the potential effect upon relations with another state or the
identity of the natural or legal persons involved. The AG's consent
requirement has been commented upon adversely by the OECD Working
Group on Bribery; and, in their most recent report,
it remains an issue for follow-up. However strictly the AG may
exercise powers in accordance with the Code for Crown Prosecutors,
there will remain a perception that, as a member of the Government,
he could be influenced by considerations of the type excluded
by Article 5 of the Convention.
Relationship with Registration of Interests, Codes
of Conduct and Electoral Commission requirements on political
3.17 Each of these subjects raises concerns
around corruption, but is capable of being dealt with and is customarily
dealt with by voluntary arrangements or in other more specialised
legislation. TI(UK) is not offering views in this submission.
It will be willing to make a further submission on any of these
subjects if that would assist the Committee.
4.1 It follows from the above, that
4.1.1 New legislation should incorporate
a comprehensive set of specific corruption offences, including
trading in influence;
4.1.2 The offences should be defined so
as not to require proof of dishonest intent, but on the basis
of payment or other gratification without reasonable explanation,
ie an inference of corrupt behaviour compatible with the ECHR;
4.1.3 The requirement for the Attorney-General's
consent to a prosecution of corruption offences should be omitted.
4.2 Unincorporated associations and partnerships
(according to English and Scottish definitions) should be included
as bodies capable of committing corruption offences.
4.3 Clause 13 (Corruption outside the UK)
should extend to include subsidiary companies of those incorporated
in the UK if under actual control (according to an appropriate
definition); in the case of other subsidiaries, associated companies
and joint ventures, there should be an offence by the UK incorporated
company if it fails to take adequate measures to satisfy itself
that the foreign registered company or joint venture is implementing
suitable anti-corruption policies in the conduct of its business.
4.4 To strengthen investigation and prosecution
powers in the difficult area of serious corruption offences (frequently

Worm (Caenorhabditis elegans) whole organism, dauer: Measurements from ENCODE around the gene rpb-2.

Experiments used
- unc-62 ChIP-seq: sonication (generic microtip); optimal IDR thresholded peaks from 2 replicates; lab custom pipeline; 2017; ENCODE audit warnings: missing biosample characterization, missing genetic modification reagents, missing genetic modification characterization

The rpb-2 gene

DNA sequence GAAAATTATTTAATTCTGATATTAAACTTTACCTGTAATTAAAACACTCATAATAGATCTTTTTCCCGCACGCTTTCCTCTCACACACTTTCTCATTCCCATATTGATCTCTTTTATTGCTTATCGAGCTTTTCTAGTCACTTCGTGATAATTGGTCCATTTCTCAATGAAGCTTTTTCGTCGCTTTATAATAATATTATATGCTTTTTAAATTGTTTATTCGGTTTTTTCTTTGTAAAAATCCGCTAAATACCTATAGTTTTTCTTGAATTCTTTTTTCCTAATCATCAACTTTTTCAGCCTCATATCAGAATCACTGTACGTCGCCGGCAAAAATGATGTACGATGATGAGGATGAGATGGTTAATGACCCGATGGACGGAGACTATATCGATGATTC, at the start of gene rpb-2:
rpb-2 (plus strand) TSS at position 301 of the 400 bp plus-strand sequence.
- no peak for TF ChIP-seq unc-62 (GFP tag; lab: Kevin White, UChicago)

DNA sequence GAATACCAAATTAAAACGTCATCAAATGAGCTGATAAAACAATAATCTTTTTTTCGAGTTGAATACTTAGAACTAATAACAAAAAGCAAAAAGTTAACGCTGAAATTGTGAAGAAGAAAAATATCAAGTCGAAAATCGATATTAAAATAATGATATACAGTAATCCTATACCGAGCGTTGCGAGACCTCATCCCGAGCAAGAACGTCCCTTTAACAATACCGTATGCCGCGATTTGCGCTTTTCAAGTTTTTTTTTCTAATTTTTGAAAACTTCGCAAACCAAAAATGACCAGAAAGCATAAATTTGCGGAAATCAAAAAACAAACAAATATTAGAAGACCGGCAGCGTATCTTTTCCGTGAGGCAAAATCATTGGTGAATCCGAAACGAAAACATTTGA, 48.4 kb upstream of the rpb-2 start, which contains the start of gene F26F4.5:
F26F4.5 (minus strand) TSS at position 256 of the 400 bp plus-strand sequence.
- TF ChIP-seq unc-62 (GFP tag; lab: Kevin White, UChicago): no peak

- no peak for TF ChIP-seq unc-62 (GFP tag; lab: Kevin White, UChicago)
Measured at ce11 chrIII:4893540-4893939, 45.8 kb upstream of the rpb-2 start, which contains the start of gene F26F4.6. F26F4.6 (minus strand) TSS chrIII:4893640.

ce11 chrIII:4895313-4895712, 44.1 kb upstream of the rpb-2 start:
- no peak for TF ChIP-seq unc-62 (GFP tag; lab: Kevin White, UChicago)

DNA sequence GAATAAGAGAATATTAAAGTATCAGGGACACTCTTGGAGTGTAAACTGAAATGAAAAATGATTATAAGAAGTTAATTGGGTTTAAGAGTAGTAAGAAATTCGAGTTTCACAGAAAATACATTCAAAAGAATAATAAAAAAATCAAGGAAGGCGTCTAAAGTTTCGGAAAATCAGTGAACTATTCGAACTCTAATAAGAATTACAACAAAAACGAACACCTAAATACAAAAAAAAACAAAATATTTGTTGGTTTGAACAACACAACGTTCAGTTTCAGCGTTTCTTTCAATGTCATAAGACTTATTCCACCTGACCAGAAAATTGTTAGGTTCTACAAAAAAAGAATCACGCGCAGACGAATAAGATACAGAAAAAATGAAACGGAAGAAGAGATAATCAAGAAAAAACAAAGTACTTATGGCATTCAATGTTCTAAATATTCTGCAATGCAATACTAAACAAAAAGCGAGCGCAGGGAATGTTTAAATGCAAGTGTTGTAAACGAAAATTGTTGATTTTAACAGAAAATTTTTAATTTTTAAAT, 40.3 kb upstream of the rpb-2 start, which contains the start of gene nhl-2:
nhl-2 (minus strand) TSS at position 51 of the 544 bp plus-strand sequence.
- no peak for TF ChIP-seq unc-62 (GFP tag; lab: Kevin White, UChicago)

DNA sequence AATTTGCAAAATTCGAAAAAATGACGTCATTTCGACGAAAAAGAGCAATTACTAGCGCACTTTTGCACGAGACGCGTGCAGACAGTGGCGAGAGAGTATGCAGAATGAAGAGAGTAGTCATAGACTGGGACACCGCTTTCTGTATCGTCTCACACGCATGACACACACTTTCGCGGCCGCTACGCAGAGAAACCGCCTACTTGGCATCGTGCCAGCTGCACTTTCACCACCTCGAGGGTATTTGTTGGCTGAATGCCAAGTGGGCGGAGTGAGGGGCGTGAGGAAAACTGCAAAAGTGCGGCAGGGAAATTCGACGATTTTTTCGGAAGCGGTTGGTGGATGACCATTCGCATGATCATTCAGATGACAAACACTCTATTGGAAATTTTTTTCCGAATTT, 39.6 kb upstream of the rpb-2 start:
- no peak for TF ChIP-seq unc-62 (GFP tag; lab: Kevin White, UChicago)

involving cross-border transactions), the jurisdiction of the
Serious Fraud Office under the Criminal Justice Act 1987 should
be expressly extended to include serious and complex corruption,
money laundering and other financial and economic crimes.
4.5 The discretion of revenue departments
to disclose information for the purposes of criminal proceedings
now contained in section 19 of the Anti-terrorism, Crime and Security
Act 2001, should become mandatory.
4.6 TI(UK)'s proposals for a substantial
recasting of the Draft Bill need not result in delay. Clear laws
against corruption are urgently required for business. If the
Committee recommends redrafting along the lines proposed by TI(UK)
and stresses the urgency of so-doing in the next parliamentary
session, parliamentary draftsmen will be able to produce a revised
draft in good time.
4.7 TI(UK) will be happy to produce such
further paper or papers as may be helpful to the Committee to
develop any of the proposals summarised above or as may be indicated
during the course of the oral hearing on 13 May 2003.
Transparency International (TI) has been at
the forefront of the anti-corruption movement since it was formed
in 1993. TI is a not-for-profit, independent, non-governmental
organisation, dedicated to increasing government accountability
and curbing both international and national corruption. It seeks
to work in a non-confrontational way with governments, companies,
development agencies, NGOs and international organisations to
build coalitions to combat corruption.
TI's international secretariat is based in Berlin
and there are about 90 national chapters around the world. TI(UK)
is the national chapter for the UK and was among the first to
be formed, also in 1993. (www.transparency.org)
1 OECD Convention on Combating Bribery of Foreign Public
Officials in International Business Transactions (1997). Back
Such as Malaysia, Nigeria and draft proposals in the Republic
of South Africa. Back
Phase I Bis Report. Back